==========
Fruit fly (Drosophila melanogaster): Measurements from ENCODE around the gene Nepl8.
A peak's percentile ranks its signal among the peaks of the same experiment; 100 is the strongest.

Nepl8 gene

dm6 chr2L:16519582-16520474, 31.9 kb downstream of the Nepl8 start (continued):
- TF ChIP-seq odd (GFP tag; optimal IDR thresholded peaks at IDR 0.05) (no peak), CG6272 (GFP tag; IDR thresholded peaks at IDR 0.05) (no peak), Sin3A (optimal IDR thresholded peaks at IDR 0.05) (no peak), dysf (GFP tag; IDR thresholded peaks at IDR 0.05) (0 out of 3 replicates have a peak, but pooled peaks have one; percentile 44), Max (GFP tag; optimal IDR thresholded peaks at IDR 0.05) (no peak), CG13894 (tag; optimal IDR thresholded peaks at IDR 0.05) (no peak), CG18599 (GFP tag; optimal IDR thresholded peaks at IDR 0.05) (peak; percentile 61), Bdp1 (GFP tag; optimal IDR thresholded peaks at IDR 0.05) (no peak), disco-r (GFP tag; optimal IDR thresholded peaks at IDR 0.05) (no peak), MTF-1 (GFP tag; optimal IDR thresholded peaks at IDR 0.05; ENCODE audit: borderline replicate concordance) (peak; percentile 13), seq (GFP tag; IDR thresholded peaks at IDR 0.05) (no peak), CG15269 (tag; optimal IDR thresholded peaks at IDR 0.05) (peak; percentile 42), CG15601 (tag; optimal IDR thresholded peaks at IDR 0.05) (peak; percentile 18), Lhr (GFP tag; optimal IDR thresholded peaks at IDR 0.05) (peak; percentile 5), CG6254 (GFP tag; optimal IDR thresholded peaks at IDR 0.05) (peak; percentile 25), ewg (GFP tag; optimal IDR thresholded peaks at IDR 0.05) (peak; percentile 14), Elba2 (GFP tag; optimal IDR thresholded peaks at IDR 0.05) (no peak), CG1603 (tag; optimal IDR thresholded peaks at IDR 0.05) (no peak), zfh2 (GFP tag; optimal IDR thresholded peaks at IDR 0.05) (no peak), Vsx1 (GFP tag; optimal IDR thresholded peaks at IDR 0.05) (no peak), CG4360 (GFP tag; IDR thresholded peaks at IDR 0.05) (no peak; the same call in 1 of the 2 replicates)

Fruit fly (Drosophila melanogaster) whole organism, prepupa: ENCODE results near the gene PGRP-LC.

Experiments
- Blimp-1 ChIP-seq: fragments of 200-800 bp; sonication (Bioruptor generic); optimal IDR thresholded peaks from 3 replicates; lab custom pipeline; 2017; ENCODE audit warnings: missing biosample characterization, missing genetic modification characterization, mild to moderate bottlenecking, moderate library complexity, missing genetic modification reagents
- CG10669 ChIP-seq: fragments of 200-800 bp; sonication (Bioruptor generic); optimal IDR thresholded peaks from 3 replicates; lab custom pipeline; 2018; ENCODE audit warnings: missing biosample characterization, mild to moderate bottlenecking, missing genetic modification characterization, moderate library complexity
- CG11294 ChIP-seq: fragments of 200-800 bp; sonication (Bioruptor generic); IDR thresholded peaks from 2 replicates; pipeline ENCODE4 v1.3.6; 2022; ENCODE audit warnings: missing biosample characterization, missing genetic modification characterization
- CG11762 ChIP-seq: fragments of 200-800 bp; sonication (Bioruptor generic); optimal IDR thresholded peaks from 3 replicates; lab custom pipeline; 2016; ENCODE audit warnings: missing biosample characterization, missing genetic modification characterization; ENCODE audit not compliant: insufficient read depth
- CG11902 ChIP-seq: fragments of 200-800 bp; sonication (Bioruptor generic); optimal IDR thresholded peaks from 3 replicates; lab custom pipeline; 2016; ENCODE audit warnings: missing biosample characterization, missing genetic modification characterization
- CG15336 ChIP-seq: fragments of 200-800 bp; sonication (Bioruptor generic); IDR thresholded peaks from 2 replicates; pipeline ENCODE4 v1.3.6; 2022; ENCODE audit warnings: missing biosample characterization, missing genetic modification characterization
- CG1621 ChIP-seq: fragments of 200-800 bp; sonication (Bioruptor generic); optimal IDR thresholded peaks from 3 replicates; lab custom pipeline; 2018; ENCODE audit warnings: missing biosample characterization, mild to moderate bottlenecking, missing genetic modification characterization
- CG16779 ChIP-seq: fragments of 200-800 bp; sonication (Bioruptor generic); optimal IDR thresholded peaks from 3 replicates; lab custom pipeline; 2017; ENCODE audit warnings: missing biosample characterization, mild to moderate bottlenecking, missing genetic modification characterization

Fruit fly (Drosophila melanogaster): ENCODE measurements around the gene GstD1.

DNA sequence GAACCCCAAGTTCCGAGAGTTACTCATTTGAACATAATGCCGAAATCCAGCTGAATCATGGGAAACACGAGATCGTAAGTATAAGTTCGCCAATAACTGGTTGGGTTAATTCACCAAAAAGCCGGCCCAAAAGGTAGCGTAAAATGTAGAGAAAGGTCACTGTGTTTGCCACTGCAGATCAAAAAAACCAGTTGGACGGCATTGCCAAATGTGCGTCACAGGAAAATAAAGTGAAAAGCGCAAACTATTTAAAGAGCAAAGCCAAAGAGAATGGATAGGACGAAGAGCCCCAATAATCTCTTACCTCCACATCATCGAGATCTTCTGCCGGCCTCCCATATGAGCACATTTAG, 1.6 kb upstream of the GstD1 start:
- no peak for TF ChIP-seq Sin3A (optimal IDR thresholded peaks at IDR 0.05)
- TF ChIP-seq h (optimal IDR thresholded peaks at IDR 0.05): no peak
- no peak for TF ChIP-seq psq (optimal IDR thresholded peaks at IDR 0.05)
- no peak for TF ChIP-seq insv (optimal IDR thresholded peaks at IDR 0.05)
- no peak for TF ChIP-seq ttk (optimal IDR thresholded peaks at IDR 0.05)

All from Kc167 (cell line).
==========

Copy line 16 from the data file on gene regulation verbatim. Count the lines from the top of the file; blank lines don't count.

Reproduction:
Fruit fly (Drosophila melanogaster): ENCODE measurements around the gene GstD1.